There are also several nice sit down restaurants in town and for a different menu, there are smaller eateries with maybe a few tables or just take out. There is something for everyone and it’s all within easy walking distance.
As you walk along the sidewalk, look into some of the paths between buildings. There’s likely to be a small sandwich shop or professional offices, or some other hidden treasure. If you pay notice, about the mid-point on Baldwin Avenue is a place known as The Rodeo Store, and you should notice that this deli, grocery-liquor store is where you will find locals picking up something for lunch or dinner, or just catching up on events or local gossip.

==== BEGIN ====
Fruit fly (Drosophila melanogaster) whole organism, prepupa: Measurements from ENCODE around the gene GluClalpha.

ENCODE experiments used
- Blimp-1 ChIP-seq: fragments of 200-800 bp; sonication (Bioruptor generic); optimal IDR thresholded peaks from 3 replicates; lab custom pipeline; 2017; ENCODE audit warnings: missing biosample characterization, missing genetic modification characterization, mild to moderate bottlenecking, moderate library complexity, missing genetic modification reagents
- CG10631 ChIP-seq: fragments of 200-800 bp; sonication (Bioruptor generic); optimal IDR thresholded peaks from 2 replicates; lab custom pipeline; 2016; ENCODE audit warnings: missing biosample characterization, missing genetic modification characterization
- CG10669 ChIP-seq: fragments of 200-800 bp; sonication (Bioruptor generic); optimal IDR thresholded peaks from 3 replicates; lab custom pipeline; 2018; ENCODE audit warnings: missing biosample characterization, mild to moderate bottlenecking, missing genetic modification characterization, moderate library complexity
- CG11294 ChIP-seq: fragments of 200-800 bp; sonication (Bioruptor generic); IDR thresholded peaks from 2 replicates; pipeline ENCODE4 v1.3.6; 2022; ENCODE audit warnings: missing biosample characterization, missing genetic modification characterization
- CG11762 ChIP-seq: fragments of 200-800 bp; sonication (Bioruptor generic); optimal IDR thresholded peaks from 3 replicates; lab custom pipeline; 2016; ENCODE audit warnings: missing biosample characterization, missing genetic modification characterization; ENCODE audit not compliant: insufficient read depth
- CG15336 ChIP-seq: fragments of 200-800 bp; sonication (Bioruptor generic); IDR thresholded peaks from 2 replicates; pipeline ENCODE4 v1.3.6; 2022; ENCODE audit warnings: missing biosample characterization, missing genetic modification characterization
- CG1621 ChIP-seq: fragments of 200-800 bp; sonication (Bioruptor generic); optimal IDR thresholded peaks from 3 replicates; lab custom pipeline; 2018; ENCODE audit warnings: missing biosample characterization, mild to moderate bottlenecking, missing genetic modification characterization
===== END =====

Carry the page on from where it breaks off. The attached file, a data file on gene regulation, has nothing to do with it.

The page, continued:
The town of Makawao is made up of its commercial and residential components and covers an area of about 3.5 square miles. A short walk to the east or the west side of town will land you in the rural residential area of the upcountry. Most homes are small, wood-framed and set back from the street. Most home yards are lush landscapes with a variety of shrubs, colorful flowers, and it’s not uncommon to see bananas, avocados or papayas growing within easy reach.
Many of the rural homes have livestock on the land around them. Horses, cows and goats are common in the outlying area – and chickens are everywhere.